LOS ANGELES (CNS) – Nearly six months after an ordinance went into effect in Los Angeles aimed at preventing landlords from harassing tenants, the City Council today requested a report with data and metrics that can be used to assess the ordinance’s effectiveness.
The motion instructed the Los Angeles Housing Department — with assistance from the city administrative officer, the chief legislative analyst and the city attorney — to report after the Tenant Anti-Harassment Ordinance has been in effect for one year, which will be on Aug. 6, 2022.
The CLA was also instructed to conduct a comparative analysis of other California cities’ protocols and programs for enforcing their tenant anti- harassment ordinances, including San Francisco and Santa Monica.
The Housing Department and the city attorney will also report on a recommended tenant anti-harassment program for the city, including what resources are required to create permanent city staff positions tasked with monitoring and enforcing the ordinance.
The ordinance had been in the works since Feb. 2, 2017, when then- Councilman Jose Huizar introduced a motion to have the Housing Department review other cities’ anti-harassment ordinances and report on the possibility of adopting a similar measure in Los Angeles.
On the day the ordinance went into effect, Councilwoman Nithya Raman introduced the motion that was approved on Tuesday.
“I think what we’re going to be able to do with this motion is really to assess what’s working and assess what’s not and to make sure that the city is doing everything that it can to make sure that harassment can stop in the city,” Raman said before the vote Tuesday.
Raman added that she was concerned that private sector attorneys haven’t taken up many tenant harassment cases since the ordinance went into effect, adding that “we really need to be doing this as a city.”
After a years-long process, the ordinance’s draft was reviewed by the City Council on June 9, 2021, when council members voted to strengthen various aspects, including through an expanded definition of harassment, and directed the City Attorney’s Office to incorporate the revisions and bring the measure back for final approval.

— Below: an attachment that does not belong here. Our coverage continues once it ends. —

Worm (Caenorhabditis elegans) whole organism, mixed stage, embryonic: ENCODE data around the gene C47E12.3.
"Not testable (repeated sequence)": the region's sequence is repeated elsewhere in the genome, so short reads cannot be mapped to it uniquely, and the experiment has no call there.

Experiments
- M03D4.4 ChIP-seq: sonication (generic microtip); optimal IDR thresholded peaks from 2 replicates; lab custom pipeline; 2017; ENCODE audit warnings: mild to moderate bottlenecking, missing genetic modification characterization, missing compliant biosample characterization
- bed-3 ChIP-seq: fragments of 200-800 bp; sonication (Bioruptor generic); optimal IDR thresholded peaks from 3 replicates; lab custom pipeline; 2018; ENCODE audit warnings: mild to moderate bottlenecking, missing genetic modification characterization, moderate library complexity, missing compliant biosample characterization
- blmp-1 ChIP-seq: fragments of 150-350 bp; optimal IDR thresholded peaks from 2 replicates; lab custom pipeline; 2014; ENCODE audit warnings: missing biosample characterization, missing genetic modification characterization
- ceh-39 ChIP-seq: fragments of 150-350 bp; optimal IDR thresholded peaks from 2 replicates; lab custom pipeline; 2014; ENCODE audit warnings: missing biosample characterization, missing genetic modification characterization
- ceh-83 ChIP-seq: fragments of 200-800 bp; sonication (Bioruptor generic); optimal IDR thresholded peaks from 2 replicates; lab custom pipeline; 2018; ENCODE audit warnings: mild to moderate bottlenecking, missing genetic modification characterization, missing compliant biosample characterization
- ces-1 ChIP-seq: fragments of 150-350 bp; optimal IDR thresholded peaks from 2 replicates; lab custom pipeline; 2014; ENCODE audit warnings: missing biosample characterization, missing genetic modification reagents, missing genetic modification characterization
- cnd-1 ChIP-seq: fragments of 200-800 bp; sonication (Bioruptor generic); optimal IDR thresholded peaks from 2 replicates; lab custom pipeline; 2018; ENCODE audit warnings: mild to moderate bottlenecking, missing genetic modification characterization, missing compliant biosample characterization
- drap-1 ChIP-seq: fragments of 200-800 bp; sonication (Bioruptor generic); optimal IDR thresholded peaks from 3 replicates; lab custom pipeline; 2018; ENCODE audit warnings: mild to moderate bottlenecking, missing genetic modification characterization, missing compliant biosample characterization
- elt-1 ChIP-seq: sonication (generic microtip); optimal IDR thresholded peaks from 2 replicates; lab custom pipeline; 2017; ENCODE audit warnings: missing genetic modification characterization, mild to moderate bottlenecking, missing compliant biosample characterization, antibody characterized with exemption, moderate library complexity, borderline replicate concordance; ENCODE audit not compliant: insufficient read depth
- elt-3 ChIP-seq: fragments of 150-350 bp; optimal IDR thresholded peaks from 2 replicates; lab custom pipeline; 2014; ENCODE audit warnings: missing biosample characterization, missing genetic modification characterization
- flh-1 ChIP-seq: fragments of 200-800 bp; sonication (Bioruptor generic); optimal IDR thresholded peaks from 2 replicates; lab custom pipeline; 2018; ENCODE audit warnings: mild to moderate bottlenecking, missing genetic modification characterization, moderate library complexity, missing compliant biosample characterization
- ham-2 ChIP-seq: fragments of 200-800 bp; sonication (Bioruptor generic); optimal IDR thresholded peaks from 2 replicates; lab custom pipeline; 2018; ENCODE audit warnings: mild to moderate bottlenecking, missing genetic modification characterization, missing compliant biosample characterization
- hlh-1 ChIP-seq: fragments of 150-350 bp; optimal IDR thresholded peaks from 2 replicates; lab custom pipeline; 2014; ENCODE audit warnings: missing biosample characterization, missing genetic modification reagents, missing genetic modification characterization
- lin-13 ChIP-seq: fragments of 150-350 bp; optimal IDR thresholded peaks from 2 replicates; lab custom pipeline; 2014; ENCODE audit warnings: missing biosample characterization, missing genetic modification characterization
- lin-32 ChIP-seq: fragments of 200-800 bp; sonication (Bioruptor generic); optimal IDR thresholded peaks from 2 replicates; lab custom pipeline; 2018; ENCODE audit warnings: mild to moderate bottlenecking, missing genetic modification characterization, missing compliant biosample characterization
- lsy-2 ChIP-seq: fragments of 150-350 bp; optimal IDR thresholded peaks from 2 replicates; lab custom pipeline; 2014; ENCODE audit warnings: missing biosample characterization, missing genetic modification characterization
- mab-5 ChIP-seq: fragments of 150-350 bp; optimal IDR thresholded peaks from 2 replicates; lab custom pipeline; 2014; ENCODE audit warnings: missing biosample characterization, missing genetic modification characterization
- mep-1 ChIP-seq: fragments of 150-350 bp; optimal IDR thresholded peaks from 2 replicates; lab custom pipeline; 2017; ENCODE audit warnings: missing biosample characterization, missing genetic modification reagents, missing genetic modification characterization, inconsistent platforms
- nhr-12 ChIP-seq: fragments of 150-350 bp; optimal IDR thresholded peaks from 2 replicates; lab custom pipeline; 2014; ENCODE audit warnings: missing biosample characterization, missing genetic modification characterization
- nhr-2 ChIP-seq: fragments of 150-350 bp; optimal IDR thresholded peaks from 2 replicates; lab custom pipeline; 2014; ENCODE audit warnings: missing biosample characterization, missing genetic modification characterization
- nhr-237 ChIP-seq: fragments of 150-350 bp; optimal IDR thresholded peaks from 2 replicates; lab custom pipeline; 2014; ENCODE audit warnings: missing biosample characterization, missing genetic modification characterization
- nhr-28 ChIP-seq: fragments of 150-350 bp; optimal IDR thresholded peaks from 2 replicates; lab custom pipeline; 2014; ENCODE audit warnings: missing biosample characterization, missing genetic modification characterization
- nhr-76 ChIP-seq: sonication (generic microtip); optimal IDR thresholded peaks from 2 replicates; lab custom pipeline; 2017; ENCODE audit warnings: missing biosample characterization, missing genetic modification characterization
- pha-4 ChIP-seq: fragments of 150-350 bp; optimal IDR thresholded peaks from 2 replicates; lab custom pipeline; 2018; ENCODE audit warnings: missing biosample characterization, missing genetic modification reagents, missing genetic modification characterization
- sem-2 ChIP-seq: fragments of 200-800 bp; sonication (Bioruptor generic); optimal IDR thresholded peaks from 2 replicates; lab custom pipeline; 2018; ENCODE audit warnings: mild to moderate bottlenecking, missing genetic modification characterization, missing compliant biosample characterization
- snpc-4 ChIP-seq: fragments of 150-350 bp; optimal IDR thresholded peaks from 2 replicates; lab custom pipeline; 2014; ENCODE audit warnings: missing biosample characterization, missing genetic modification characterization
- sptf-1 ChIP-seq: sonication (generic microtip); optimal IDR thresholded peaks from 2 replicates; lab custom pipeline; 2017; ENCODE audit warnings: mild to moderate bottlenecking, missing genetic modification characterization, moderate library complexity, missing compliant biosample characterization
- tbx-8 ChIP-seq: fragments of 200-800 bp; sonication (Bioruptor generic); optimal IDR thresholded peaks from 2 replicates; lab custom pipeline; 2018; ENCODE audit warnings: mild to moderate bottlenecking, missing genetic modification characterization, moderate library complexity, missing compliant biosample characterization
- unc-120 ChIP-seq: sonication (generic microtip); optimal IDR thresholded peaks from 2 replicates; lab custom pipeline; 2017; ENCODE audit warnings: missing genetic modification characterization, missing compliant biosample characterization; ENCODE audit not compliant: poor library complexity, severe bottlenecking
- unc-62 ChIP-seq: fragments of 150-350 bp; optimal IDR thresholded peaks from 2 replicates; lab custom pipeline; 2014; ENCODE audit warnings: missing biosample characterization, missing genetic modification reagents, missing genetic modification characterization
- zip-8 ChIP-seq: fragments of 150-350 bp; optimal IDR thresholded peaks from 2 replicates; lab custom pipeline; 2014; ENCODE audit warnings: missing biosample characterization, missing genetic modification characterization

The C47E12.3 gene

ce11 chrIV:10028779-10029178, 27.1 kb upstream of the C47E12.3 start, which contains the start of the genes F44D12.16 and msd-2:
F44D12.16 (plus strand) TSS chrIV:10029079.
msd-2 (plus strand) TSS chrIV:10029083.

The ordinance defines tenant harassment in several ways, including reducing or eliminating housing services such as parking; failing to perform necessary repairs and maintenance; abusing the right to access a rental unit; threatening a tenant with physical harm; misrepresenting to a tenant that he or she is required to vacate the unit; refusing to accept rent payments; and inquiring about a tenant’s immigration status.
Through amendments from Raman, the ordinance also includes tactics like coercing a tenant to vacate with offers of payment; failing to perform necessary repairs on time as required by federal, state, county or local housing, health or safety laws; failing to minimize exposure to noise, dust, lead paint, asbestos and other harmful building materials; and interfering with the comfort, peace or quiet of a tenant.
While the definition was expanded to include a wider range of harassment tactics, council members also set the bar higher for what classifies as tenant harassment, as proposed by Councilman John Lee. The definition includes “a landlord’s knowing and willful course of conduct directed at a specific tenant or tenants that causes detriment or harm and that serves no lawful purpose.”
Raman had attempted to amend the ordinance to lower the bar for what would qualify as tenant harassment, but the amendment — which defined harassment as a landlord engaging in “knowing and willful commission of” the defined acts of harassment — wasn’t incorporated.
Under the ordinance, if harassment occurs, a tenant who prevails in court may be awarded compensation for damages, rent refunds for reduction in housing services and reasonable compensation for attorney’s fees.
A landlord might also be fined up to $5,000 if the tenant is older than 65 or disabled. For repair or maintenance issues, a tenant is required to provide written notice to the landlord of the alleged violation before initiating a civil proceeding or small claims case.
According to that amendment, it is a misdemeanor “to attempt to interfere with the peaceful enjoyment, use, possession or occupancy of any premises by the lawful lessee or tenant of such premises either by threat, fraud, intimidation, coercion, duress or by the maintenance or toleration of a public nuisance, or by cutting off heat, light, water, fuel or free communication by anyone by mail, telephone or otherwise, or by restricting trade or tradesmen from or to any such tenant.”
Council members also amended the ordinance to force rental units protected by the Rent Stabilization Ordinance to be rented at the lawful rent in effect at the time of the most recent termination of tenancy if the landlord is found to have vacated the unit through harassment.